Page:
What were you thinking?

I wrote an earlier post called Still Listening.  In the post, I wrote about the legacy of common sense...

I wrote an earlier post called Still Listening.  In the post, I wrote about the legacy of common sense knowledge my mother left for me.  While writing about her legacy, which inevitably included heartache, I mentioned the death of her only child.  Since I’m not deceased, I realized that someone reading the post would probably think I’m crazy, or maybe I was trying to include a riddle to the story.  Rest assured, I not crazy and I’m not clever enough to embed a riddle.  The answer to the confusion is that my mother is actually my maternal grandmother.  I was adopted to my grandparents when I was three years old.  My maternal grandmother had one biological child who was my biological mother.  

You may wonder why my biological parents would let me be adopted by my grandparents.  I’ll leave that wonder to you.  I never felt the need to drill down for that information.  Several reasons why – 1)  I had a great life with my parents (grandparents) 2) I interacted with my biological parents often 3) I grew up close to my siblings and 4) I had the best of both worlds – an only child with siblings.  

Sadly, my biological mom was diagnose with cancer at a very young age.  After the diagnosis, she was told that she would possibly have a year to live.  At the time, she had six children.  Three boys and three girls ranging in age from eighteen years old to six years old. My biological dad – who deserves his on story – was not “the person” to raise four young kids.  l say four because, one of my brothers was also adopted to another set of grandparents at a young age.  My biological mother died at 40 years old.  Leaving my two sisters to be reared by our paternal grandparents and my two brothers to enter adulthood a little faster than most.  

Its been 48 year since your death, and I still wonder what you were thinking over the course of your final year of life.  I don’t remember you ever expressing a lot of emotion.  For some reason I remember you sad.  My last memory of you is the day my sisters and I got dress up and stood in front of the hospital so you could wave to us from your window. What was going through your head as you watched us?   Think about it – you have six kids and you have no way of knowing what will happen to them, how to protect them, how to share in their good and bad times.  You will never know what became of their lives.  Is that a harder reality to bear than death?  You’ll only get to witness one immature generation of  your legacy.   You will never meet your grandchildren or great grandchildren.  You will never know exactly what became of your children or if your short time with them provided any valuable examples or reflections that could benefit them in the future.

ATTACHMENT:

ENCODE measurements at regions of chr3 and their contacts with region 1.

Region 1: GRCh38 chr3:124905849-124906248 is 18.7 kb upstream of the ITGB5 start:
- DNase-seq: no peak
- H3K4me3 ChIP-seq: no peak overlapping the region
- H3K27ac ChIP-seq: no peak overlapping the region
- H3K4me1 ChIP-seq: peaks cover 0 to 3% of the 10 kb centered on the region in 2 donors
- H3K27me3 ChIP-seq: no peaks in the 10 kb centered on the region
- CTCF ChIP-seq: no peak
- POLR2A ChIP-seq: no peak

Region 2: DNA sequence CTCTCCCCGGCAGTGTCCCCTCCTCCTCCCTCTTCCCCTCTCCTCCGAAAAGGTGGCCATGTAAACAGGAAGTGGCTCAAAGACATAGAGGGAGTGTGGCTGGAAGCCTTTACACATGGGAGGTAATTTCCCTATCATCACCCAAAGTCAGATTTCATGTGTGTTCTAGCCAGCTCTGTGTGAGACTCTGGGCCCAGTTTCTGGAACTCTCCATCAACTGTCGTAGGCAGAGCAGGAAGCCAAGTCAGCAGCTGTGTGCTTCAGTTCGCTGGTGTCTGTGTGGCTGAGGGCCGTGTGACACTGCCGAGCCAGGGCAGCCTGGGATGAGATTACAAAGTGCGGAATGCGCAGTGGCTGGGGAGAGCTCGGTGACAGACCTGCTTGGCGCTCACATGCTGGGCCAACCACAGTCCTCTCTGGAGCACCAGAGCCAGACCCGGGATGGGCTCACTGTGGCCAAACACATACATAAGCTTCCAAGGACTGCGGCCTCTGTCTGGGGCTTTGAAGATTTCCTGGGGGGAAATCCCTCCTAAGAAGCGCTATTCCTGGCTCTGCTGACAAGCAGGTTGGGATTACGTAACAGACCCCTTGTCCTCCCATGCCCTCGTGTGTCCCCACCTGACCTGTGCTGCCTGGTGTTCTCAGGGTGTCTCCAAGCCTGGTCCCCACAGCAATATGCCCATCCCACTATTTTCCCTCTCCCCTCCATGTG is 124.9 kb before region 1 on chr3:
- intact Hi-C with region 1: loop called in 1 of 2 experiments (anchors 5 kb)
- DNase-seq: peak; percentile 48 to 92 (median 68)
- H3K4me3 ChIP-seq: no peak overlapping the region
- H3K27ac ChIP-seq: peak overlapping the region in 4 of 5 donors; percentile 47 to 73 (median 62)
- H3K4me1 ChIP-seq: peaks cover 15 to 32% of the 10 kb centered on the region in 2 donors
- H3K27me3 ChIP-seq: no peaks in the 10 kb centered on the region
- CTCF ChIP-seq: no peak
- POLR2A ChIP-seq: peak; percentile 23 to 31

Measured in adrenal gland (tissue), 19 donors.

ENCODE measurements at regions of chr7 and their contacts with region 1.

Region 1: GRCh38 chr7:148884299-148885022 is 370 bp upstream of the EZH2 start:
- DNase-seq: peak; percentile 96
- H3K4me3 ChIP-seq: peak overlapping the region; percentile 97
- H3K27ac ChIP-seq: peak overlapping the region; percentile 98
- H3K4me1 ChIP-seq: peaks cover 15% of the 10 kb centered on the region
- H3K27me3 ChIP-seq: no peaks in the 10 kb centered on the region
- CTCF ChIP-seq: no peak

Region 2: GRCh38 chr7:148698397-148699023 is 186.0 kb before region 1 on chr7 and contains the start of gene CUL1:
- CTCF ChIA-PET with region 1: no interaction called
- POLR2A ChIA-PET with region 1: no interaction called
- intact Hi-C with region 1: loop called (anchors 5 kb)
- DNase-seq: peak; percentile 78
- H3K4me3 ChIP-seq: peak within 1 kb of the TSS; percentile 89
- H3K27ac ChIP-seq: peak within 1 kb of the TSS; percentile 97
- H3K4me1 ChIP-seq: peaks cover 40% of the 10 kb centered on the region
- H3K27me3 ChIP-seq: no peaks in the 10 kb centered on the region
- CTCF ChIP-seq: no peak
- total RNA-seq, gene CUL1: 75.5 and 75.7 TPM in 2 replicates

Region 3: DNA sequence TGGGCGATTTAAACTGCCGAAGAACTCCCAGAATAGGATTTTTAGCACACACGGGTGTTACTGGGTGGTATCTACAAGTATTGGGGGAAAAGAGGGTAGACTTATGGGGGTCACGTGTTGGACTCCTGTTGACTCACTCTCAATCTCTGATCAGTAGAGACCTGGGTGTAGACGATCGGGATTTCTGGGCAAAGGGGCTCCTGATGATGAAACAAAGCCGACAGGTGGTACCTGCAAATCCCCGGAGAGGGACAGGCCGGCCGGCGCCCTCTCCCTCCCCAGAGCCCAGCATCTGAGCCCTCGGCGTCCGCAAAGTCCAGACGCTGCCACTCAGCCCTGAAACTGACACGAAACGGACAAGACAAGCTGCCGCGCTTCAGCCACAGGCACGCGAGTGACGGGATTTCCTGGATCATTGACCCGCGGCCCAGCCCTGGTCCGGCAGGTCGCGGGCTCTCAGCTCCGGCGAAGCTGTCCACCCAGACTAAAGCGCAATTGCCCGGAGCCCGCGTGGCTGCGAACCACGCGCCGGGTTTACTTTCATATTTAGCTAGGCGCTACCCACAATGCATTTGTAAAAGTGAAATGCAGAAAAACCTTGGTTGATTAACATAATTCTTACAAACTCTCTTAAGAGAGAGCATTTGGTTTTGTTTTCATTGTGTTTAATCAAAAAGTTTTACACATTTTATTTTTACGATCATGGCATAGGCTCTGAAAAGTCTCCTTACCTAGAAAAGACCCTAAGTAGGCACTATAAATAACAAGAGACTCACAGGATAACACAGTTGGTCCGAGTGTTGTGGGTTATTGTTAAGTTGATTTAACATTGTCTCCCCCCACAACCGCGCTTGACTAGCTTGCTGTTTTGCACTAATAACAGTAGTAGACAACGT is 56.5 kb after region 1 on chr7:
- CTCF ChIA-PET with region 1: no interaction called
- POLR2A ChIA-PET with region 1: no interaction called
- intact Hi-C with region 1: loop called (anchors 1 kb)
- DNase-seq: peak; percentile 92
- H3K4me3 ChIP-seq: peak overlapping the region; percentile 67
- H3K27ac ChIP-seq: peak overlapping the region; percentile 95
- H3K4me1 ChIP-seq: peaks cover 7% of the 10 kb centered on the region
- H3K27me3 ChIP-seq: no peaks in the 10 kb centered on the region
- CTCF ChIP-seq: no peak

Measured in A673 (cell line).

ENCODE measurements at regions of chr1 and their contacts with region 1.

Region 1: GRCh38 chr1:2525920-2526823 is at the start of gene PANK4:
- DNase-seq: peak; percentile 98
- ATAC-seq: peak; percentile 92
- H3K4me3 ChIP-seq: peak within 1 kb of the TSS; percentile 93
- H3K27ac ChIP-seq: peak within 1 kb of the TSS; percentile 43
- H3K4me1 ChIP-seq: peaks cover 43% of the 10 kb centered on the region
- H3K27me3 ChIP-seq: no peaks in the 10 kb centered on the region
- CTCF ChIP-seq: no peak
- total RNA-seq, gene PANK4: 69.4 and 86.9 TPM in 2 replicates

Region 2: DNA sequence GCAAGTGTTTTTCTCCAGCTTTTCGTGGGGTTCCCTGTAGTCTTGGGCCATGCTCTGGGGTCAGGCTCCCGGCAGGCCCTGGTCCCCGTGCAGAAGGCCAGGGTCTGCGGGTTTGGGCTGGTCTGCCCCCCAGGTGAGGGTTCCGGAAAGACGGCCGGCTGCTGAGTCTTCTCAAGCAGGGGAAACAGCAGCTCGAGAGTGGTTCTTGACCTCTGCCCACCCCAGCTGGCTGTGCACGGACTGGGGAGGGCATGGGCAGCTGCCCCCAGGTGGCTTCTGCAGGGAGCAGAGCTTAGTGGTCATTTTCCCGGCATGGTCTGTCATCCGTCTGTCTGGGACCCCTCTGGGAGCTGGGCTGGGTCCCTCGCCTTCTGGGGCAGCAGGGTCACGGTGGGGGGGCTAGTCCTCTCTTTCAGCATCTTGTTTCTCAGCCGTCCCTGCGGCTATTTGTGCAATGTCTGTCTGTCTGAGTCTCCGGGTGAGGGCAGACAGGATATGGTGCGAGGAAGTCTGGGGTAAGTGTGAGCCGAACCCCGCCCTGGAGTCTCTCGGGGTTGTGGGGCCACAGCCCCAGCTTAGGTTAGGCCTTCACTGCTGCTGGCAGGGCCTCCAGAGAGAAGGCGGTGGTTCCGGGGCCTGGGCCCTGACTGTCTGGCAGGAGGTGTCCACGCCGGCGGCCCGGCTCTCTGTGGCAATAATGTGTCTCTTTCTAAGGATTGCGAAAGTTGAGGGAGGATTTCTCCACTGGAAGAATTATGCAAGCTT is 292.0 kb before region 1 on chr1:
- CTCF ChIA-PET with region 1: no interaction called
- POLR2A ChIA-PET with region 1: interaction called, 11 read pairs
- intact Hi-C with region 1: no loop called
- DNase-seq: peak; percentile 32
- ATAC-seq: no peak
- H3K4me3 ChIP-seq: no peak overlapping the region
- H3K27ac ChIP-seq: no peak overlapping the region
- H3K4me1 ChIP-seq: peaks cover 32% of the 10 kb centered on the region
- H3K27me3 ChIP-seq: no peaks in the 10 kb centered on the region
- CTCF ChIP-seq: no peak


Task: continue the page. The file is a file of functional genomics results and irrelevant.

Since I’m a person of faith, I believe that you have been able to watch us grow spiritually, physically and mentally.  I believe that you know hat sometimes we live too much in the past, because living in the past allows us to keep all our loved ones fluid in our lives.  We live with great memories that we don’t want to ever forget.  I think you are proud to see that we pursued  our dreams and in spite of the numerous tragedies we have endured and that we are a strong, smart and resourceful team.  I’m sure you has cheered us on with each accomplishment – two of us finishing graduate school, one became a professional basketball player and adored by our community, and two veterans who have traveled the world.  I know you cried when your first born was murdered for being on the wrong side of town, but I’m sure you two are united in heaven.  You have five beautiful grandchildren and one adorable great grandchild  Your first grandchild died at three years old, but of course you have been with her and watched her grow  

So, I just want you to know that even today – almost 48 years later –  we are fine.  We have lost another sibling, but he was your favorite so I know you are overjoyed having him back with you.  Our grandparents were wonderful and gave us a full and plentiful life.  God allowed them to live to watch all of us become adults.  We are survivors, a skill we learned at an early age.  One that has sustained us through all of the years of your absence.

Love you forever, your daughter/sister.







Written by rdominic
My story is vast. It starts with learning through the eyes of my mother , who experienced tremendous love and overwhelming grief. Ends with two high sweethearts figuring out life through obstacles, challenges and love. 55 years old. Small town girl. Lots of love through the years. Profile

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